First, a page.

Below you will find an excerpt about treatment for depression from the Faculty of Harvard Medical School. First, however, I’d like to convey my strong, immediate reaction to the report.
As I was reading this article, I thought about “The List”…the list of medications I took from 1961 to 1972…Valium being the first of my introductions to mind-altering drugs. I had no idea what they were or the damage they could do…I simply obeyed orders. In those days, you never questioned a doctor’s instructions!
When 10 milligrams of Valium didn’t help my headaches, fatigue or crying spells, the dosage was increased …repeatedly, in fact, over a six-month period. And as other symptoms manifested — depression, insomnia, inner trembling, blurred vision and dizziness — additional medications were added to the mix. Before long I was introduced to Mellaril, Tofranil and then Thorazine.
After years of trying these medications and my symptoms not improving, psychotherapy was suggested. Two of the therapists just changed my medications, but the third suggested a series of treatments that he thought would combat my depression. By 1969, I was so severely depressed that I welcomed any suggested treatment…I was torn between wanting to live and wanting to die.
I did not know that the treatments were electroconvulsive shock therapy! However, once in the hospital, I was not allowed to leave. I was told that I had signed papers for a series of treatment, and that’s what I was going to get. Needless to say, I came home in worse shape than when I went into the hospital. The whole experience was something I kept to myself and didn’t share for years. The shame, embarrassment and humiliation of being labeled a “mental patient” were too heavy a burden to bear.
Fast forward to 1972. My symptoms were stabilizing… or so I thought. I was in church on a Sunday morning when I suddenly passed out while standing. After several of these episodes, I reluctantly went to a doctor in Hollywood, Florida. After looking over my medical history, he said… “With all the tests and treatments you have had over all these years, you never had a Glucose Tolerance Test” (GTT)… so he ordered one. It was only then, ten years after being undiagnosed, misdiagnosed and labeled “crazy” (mostly by me), that I finally had a name for my condition…I had a severe case of functional hypoglycemia, also known as low blood sugar! The cure…a simple diet!
You can read all about my story in detail in my book, The Do’s and Don’ts of Hypoglycemia: An Everyday Guide to Low Blood Sugar, or in some of the blogs on my website (www.hypoglycemia.org). My purpose here today is cautioning anyone with depression — especially severe depression that doesn’t go away!! –BEFORE years of medication, psychotherapy or the ECT treatment that is once again popular…evaluate your dietary habits! What you are or are not eating can contribute to how you think, act and feel! Ask your healthcare practitioner to check your blood sugar, thyroid, hormone and insulin levels. Look into allergies and food sensitivities. Leave no stone unturned! The life you save may be your own!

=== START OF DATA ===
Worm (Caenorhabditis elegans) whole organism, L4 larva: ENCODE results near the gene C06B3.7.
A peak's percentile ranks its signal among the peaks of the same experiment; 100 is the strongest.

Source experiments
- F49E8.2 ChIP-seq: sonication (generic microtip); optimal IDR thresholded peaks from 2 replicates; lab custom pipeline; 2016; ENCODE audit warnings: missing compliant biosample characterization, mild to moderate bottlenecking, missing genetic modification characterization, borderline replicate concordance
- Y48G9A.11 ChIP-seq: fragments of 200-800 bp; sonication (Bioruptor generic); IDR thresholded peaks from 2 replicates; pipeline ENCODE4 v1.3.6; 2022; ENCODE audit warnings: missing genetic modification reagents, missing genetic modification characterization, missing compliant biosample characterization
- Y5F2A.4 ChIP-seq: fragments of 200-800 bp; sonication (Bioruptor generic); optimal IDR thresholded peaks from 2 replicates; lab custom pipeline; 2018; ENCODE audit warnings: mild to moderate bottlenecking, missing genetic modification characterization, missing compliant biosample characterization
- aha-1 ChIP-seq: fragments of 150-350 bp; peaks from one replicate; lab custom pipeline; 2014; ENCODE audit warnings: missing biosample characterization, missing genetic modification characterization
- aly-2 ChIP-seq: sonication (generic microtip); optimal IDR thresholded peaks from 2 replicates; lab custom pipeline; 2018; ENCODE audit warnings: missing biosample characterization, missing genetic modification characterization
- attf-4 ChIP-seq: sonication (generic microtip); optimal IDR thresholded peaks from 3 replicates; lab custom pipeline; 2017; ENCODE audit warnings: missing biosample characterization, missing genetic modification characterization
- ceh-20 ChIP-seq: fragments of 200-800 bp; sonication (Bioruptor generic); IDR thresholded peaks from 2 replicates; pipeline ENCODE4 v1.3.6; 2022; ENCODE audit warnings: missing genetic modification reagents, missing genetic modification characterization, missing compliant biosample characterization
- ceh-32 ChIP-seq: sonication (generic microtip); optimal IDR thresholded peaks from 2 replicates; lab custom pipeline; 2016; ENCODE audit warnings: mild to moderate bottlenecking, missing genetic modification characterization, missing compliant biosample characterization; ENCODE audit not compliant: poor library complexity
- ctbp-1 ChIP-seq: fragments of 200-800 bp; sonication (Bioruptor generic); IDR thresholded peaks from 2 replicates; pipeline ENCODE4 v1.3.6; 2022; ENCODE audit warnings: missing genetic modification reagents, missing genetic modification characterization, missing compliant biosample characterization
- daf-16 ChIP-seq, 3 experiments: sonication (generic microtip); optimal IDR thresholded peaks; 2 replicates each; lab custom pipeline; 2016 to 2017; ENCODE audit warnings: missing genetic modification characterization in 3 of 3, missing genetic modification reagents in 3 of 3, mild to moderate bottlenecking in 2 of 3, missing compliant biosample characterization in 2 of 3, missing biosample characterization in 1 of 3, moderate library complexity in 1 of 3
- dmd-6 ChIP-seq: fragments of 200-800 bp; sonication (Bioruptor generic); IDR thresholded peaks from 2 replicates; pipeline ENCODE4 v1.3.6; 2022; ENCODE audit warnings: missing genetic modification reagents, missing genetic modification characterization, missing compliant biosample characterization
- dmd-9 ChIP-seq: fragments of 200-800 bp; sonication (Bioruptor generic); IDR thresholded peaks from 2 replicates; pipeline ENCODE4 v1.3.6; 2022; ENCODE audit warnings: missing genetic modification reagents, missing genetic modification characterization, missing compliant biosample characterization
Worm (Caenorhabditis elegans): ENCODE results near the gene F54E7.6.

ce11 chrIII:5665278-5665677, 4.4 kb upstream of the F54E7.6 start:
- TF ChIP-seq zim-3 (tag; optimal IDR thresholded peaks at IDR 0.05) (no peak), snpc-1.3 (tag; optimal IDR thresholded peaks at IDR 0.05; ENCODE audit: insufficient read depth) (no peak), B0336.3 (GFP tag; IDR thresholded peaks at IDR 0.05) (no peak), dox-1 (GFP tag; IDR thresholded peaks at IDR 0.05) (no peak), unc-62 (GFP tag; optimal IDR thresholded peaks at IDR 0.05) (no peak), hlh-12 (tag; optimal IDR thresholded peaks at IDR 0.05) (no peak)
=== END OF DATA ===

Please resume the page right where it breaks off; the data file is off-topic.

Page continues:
What If My Depression Doesn’t Go Away?
Content provided by the Faculty of Harvard Medical School
Excerpted from a Harvard Special Report.
Until doctors have a way to test people ahead of time to see which treatment will work for each individual, finding the right approach is a matter of trial and error. Depending on the severity of the depression and other factors, including your preference, you may start with either psychotherapy or medication, or a combination of the two.
If the first drug you try doesn’t work after four to eight weeks of treatment, your doctor may increase your dosage. If that doesn’t work, he or she may suggest that you switch to another drug in the same class or a drug in a different class. You can try several different antidepressants in sequence until you find one that is most helpful. Your doctor may also recommend adding psychotherapy if that hasn’t been part of your treatment plan.
If you still don’t respond to these therapies, your doctor may prescribe an additional medication, such as lithium or an antipsychotic medication, to be taken with the antidepressant. Depending on the type of symptoms and their severity, the next step may be trying electroconvulsive therapy or light therapy. Newer therapies, such as vagus nerve stimulation or repetitive transcranial magnetic stimulation, are other options for you and your doctor to discuss. Your doctor or mental health professional is also likely to address life circumstances or losses that may be putting pressure on you or a problem with substance abuse that may be getting in the way of your progress.
Having to go through all of these steps may sound discouraging, but finding the treatment that works for you will be worth the effort.
One major study, the Sequenced Treatment Alternatives to Relieve Depression (STAR*D) trial, took a close look at how people respond to “real world” treatment, where they try a series of treatments until they find one that works. More than half of the people who participated in the study went into remission after two treatment levels. Overall, 70% of all the people who didn’t withdraw from the study got relief from all their symptoms of depression.
You can improve your chances for successful treatment by taking steps to help yourself, including understanding how to take your medication, discussing your plan in detail with your doctor and abiding by it, and keeping up with therapy appointments
Here’s to your health,